Metabolomic data were also processed statistically using MetaboAnalyst version 4.0 (Chong et al., 2018). The metabolite concentration table was uploaded to MetaboAnalyst, and the data were log-transformed and Pareto-scaled prior to analysis. Unsupervised (principal component analysis [PCA]) and supervised (partial least square discriminant analysis [PLS-DA]) were performed. PLS-DA validation was performed using a 10-fold cross validation method, and the values for R2 (cumulative interpretation ability of model; 0.96) and Q2 (predictive ability of model; 0.90) were employed as initial indicators for evaluating the goodness of fit. In the PLS-DA model, a variable importance in projection (VIP) plot was used to rank the metabolites based on their relative importance of variation in discriminating groups. Correlation analysis was performed between WBSF and metabolites using the PatternHunter method on MetaboAnalyst, in which Pearson’s correlation was applied as a distance measure. In addition, pathway analysis was performed to identify the most relevant pathways associated with the identified metabolites using a web-based analysis module (http://metaboanalyst.ca) that is based on the Kyoto Encyclopedia of Genes and Genomes database. Through pathway analysis, 9 metabolic pathways related to the identified metabolites (n = 31) were mapped based on P values (P < 0.10) and pathway impact (PI; >0).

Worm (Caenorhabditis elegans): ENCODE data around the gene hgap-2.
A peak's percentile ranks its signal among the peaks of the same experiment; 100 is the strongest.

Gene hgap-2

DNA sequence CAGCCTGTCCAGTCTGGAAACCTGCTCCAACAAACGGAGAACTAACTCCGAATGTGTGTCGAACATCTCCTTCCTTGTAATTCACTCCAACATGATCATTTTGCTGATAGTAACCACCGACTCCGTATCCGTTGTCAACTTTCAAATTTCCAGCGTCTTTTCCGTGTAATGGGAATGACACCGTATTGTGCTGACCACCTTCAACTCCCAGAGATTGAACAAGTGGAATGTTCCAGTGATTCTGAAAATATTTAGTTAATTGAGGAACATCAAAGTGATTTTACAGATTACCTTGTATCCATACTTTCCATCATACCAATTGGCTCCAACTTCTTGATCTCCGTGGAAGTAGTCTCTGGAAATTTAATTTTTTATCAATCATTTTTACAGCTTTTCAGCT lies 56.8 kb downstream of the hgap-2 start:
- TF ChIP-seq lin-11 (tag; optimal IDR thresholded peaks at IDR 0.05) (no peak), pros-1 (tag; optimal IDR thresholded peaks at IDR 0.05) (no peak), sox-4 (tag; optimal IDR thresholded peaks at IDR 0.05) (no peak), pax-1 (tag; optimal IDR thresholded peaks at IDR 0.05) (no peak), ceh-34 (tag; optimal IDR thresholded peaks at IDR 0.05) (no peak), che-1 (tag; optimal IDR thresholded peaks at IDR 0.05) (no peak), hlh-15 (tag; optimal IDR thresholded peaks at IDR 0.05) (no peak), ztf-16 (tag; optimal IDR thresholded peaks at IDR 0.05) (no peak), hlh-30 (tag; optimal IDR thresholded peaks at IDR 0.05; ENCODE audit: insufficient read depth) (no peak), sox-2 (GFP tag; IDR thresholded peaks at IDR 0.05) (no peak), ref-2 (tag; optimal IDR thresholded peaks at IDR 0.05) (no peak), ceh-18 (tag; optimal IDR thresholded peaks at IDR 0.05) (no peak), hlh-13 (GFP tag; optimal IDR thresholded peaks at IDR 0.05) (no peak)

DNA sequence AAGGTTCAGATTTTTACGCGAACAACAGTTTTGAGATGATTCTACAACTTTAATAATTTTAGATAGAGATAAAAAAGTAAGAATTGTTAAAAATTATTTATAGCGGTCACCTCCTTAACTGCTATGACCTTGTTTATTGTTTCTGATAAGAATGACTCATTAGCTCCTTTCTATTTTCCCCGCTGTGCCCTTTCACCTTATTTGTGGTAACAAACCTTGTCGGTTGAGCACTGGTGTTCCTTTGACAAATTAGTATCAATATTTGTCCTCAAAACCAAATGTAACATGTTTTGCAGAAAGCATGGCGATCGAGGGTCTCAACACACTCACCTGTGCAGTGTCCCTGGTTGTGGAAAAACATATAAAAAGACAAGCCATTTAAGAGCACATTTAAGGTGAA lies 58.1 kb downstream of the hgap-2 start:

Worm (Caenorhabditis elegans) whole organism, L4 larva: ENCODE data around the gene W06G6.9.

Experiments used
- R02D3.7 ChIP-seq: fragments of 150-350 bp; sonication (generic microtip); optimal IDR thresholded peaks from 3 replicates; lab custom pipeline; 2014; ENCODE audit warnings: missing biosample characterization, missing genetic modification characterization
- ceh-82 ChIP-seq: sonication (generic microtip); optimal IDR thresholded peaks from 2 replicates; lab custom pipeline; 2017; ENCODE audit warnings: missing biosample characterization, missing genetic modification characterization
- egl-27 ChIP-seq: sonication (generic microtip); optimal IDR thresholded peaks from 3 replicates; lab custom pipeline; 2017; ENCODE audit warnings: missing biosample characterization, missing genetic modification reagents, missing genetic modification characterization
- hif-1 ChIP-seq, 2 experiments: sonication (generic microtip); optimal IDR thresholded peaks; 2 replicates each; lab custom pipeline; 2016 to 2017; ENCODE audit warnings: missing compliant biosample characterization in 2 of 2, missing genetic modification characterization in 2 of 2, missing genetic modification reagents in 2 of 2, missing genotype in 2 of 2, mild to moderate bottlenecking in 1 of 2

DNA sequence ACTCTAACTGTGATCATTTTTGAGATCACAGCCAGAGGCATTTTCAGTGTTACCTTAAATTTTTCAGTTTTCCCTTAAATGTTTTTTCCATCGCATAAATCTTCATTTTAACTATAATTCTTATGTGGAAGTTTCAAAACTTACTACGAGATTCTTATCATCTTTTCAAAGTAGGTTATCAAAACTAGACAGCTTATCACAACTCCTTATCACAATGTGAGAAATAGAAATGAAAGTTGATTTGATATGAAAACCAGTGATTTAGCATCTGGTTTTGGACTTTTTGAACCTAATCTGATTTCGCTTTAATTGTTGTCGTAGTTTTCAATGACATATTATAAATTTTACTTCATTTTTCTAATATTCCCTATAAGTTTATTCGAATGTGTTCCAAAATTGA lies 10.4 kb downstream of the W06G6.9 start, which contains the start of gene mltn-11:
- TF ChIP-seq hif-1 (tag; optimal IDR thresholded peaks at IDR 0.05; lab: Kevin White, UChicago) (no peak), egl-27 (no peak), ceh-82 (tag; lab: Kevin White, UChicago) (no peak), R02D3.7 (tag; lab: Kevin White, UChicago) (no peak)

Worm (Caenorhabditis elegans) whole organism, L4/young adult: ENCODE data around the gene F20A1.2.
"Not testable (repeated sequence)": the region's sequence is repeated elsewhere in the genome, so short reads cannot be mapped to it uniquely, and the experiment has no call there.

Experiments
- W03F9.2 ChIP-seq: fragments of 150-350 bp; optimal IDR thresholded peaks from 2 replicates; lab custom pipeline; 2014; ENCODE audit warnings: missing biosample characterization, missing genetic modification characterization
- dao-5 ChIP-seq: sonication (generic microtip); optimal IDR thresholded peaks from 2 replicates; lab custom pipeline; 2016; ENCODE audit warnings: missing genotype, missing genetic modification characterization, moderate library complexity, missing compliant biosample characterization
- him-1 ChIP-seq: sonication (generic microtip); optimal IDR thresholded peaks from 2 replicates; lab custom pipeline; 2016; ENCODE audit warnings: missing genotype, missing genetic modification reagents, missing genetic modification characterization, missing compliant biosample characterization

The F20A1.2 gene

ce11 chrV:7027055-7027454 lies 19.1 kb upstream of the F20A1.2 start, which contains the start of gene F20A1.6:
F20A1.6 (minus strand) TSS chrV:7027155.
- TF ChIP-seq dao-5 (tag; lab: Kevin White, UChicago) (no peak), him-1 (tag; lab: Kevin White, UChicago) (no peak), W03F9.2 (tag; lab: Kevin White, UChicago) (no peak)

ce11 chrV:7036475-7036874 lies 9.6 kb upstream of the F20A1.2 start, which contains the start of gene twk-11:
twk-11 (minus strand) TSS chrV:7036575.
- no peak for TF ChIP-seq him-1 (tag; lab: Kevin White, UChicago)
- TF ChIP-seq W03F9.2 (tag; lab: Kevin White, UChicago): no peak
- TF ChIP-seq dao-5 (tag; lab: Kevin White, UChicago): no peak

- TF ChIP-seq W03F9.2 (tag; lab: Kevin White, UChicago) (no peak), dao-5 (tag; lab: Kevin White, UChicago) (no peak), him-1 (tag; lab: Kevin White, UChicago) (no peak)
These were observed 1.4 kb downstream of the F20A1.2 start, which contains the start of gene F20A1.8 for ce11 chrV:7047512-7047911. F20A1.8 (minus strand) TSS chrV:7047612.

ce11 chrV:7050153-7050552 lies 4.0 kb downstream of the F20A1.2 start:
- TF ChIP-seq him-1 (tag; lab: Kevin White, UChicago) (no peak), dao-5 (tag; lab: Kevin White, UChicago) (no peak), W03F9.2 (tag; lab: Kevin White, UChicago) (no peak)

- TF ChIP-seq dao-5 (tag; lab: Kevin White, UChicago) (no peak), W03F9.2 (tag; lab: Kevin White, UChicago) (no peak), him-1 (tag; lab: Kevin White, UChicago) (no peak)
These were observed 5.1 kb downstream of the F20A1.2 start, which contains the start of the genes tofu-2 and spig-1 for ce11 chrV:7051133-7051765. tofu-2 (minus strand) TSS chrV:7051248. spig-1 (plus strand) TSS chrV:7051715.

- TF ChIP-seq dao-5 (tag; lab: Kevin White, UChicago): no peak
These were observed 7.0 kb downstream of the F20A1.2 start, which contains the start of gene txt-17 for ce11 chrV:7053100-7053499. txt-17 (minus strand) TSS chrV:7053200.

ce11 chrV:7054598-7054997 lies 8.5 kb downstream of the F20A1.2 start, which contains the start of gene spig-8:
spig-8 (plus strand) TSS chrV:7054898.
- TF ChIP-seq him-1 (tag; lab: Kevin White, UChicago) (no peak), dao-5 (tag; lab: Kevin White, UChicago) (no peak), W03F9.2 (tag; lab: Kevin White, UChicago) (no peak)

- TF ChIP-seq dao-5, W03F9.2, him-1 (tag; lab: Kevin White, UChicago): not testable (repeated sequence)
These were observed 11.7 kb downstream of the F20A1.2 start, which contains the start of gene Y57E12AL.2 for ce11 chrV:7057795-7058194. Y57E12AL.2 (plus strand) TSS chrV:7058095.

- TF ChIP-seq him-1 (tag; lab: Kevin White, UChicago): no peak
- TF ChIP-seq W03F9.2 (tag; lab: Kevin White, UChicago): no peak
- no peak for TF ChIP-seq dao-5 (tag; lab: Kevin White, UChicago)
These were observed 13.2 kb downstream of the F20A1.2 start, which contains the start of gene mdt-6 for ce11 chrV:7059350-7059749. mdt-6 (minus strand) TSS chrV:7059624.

Meat pH did not differ between the tender and tough steak classifications. However, steaks classified as tender had greater sarcomere length (P = 0.019) than those classified as tough (Table 1). Based on 1D 1H NMR analyses, 31 compounds were identified in meat. Compounds were segregated according to tenderness class using PCA score plot (Figure 1). Based on VIP scores, compounds that contributed a higher percentage of the explained residuals in the PLS-DA plot between tenderness classes (in descending order) were lactate, glucose, creatine, glutamine, acetyl-carnitine, adenine, and anserine (Figure 2).
|Trait||Tender (n = 15)||Tough (n = 15)||SEM||P value|
|Sarcomere length (μm)||1.79||1.73||0.017||0.019|
WBSF = Warner-Bratzler shear force.
Concentration of acetyl-carnitine (P = 0.026), adenine (P = 0.026), beta-alanine (P = 0.005), fumarate (P = 0.022), glutamine (P = 0.043), and valine (P = 0.030) were higher in tender meat compared with tough meat (Table 2). Moreover, D-glutamine and D-glutamate metabolism (P = 0.056; PI = 1.00); beta-alanine metabolism (P = 0.050; PI = 0.46); starch and sucrose metabolism (P = 0.06; PI = 0.42); glycerolipid metabolism (P = 0.085; PI = 0.03); alanine, aspartate, and glutamate metabolism (P = 0.052; PI = 0.42); purine metabolism (P = 0.067; PI = 0.14); arginine biosynthesis (P = 0.032; PI = 0.12); tricarboxylic acid (TCA) cycle (P = 0.045; PI = 0.06); tyrosine metabolism; and pantothenate and coenzyme A biosynthesis (P = 0.045; PI = 0.02) were the most relevant pathways associated with the identified metabolites (Figure 3).